Behind black lattice, parts of women’s eyes, lips, and noses peer out of the art piece, fighting to be individualized. While women in Iran are not the shrouded masses that the media stereotypes them as—a walk through Tehran, the country’s capital, usually includes women dressed in fashionable colours, patterns, and makeup—they are nevertheless required to abide by a modesty code. Hair, arms, and legs are to be covered while outdoors. A composite of woodwork, photography, and computer graphic design depicting hidden women’s faces comes into being to criticize Iran’s mandatory hijab law. This is Outcry #3, the third in a series of multimedia pieces of the same name created by Manitoba’s Zahra Baseri.
When Baseri speaks about some of the propaganda directed toward women in her home country of Iran, her voice zigzags between steady seriousness and giddy irreverence. “One time, we were told by a school teacher that if we ride our bicycles, because our legs were moving, we would be burned in a big bonfire that God made in hell,” she says with measured speech. “And I remember thinking: what kind of stupid God would do that?”
The contradiction that she often speaks of bleeds into her perceptions of the lives of the women in her society. At once both emancipated by past progress and oppressed by the country’s current government, Baseri believes that the lives of Iranian women are defined by their paradoxes.
The Pahlavi family presided as royalty over a then secular Iran, before the 1979 revolution occurred, bringing about the country’s Islamic Republic. Before the Pahlavi took over Iran during its 1953 coup d’etat led by the British, Islamic religion was deeply woven into the country’s politics under the Qajar monarchy. Iran’s religious and political history is complicated—ironically, after the overthrow of the Qajar monarchy, wearing a hijab was rendered illegal in Iran—and the country has been under everything from enforced secularity to a theocratic, unitary state. “Before the revolution, the Pahlavi brought modernity into the country, albeit by force, and the women are still using it,” Baseri says.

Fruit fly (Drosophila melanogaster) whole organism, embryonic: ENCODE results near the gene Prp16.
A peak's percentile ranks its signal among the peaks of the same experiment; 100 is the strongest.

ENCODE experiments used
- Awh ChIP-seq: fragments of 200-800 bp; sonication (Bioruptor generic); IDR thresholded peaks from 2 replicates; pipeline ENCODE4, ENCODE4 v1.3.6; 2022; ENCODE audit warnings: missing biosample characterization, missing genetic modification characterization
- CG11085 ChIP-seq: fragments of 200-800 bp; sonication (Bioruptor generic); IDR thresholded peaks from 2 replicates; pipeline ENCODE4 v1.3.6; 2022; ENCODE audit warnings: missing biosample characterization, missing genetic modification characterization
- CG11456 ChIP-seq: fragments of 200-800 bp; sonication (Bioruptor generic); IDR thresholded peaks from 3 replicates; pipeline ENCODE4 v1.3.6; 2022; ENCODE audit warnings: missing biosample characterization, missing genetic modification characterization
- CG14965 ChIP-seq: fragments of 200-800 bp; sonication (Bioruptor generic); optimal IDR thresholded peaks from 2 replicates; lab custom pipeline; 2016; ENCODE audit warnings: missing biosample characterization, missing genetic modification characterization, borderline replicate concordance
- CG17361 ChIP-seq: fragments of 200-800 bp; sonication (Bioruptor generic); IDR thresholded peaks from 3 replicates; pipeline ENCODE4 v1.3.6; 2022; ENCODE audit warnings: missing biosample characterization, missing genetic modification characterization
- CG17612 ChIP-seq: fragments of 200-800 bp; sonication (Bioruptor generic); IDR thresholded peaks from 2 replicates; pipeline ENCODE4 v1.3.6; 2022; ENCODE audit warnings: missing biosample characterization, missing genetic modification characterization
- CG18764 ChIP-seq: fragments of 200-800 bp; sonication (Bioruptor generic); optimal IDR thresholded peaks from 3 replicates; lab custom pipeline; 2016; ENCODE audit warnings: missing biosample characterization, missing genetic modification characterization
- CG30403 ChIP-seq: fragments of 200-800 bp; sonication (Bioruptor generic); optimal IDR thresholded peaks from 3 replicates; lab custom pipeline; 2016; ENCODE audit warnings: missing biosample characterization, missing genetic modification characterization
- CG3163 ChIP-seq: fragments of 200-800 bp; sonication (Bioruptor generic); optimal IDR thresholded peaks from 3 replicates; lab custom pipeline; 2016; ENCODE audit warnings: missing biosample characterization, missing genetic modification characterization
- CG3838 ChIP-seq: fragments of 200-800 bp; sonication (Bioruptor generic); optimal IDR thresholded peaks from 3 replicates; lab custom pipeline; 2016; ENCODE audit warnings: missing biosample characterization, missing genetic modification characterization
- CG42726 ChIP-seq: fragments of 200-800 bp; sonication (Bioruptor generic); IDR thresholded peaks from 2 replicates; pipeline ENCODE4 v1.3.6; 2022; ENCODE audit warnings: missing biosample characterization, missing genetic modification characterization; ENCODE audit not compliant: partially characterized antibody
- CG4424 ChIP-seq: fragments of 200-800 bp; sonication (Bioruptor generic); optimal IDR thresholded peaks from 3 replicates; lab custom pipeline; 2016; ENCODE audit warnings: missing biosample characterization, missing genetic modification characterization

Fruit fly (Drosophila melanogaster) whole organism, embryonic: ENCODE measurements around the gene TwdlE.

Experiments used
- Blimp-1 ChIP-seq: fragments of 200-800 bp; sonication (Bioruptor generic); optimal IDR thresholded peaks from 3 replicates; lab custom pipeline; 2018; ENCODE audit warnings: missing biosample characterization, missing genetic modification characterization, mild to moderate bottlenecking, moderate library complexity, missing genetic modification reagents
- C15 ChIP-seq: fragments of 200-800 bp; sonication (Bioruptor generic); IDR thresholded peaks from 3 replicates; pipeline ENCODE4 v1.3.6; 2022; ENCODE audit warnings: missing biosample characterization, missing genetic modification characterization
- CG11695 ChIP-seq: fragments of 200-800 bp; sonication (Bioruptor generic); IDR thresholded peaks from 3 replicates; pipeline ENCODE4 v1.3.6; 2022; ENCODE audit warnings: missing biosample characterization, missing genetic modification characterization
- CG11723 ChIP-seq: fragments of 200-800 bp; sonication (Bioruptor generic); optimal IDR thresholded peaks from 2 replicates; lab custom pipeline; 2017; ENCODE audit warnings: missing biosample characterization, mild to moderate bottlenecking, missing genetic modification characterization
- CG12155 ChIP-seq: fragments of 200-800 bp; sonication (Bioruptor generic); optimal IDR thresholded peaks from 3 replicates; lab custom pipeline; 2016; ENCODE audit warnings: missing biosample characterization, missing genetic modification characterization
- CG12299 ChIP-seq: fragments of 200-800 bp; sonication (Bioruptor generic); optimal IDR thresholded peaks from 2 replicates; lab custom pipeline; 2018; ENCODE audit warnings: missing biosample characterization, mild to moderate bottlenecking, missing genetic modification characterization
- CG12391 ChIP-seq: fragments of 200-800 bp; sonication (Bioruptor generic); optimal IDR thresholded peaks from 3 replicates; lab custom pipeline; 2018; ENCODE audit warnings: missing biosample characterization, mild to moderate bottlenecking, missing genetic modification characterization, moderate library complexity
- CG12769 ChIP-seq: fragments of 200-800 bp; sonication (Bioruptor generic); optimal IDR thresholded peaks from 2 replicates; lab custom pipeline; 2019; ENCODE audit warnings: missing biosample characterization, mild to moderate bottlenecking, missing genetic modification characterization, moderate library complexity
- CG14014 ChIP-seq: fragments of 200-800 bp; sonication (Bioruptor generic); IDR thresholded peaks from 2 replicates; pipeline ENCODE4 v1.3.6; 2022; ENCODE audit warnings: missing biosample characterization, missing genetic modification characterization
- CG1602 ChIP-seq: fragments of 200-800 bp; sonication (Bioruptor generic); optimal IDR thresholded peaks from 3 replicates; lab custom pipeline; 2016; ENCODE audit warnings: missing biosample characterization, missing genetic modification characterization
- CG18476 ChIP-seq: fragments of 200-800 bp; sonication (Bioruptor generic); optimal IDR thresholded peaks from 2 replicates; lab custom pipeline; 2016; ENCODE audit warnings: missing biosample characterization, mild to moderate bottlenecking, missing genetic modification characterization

Today in Iran, women outnumber men in universities. Because technology is prevalent, women are no longer limited to the propaganda around them, allowing them the ability to question the world around them.
Still, “we are not very powerful, literally, against the constitution of the country,” Baseri says, speaking of Shariah law. “It’s totally misogynistic.”
In trying to capture this experience, Baseri turned to art. An engineer in Iran, Baseri immigrated with her husband to Canada four years ago. She decided to take a risk and entered the University of Manitoba’s fine arts program. In 2016, when she was in her last year of the program, she created Outcry #3. The piece is made out of photos of her Iranian friends with wooden panels placed on top.
Baseri’s professors were impressed by her design and suggested that she enter her piece into BMO Financial Group’s first national student “Art!” competition. That year, the competition accepted submissions from 100 institutions all over the country and gave out both a provincial and national prize. Outcry #3 beat out all of Manitoba’s competition.
In the coming year, Baseri will be pursuing a master’s degree in art at the University of Waterloo. When asked how she feels about being an Iranian- Canadian artist at a time that seems to be defined by xenophobia toward her people, Baseri does not skip a beat in offering an answer.
“The message behind my piece is that women are being masked, but at the same time, are putting in effort to break free from this environment: to get out of the shell and have their voices be heard.”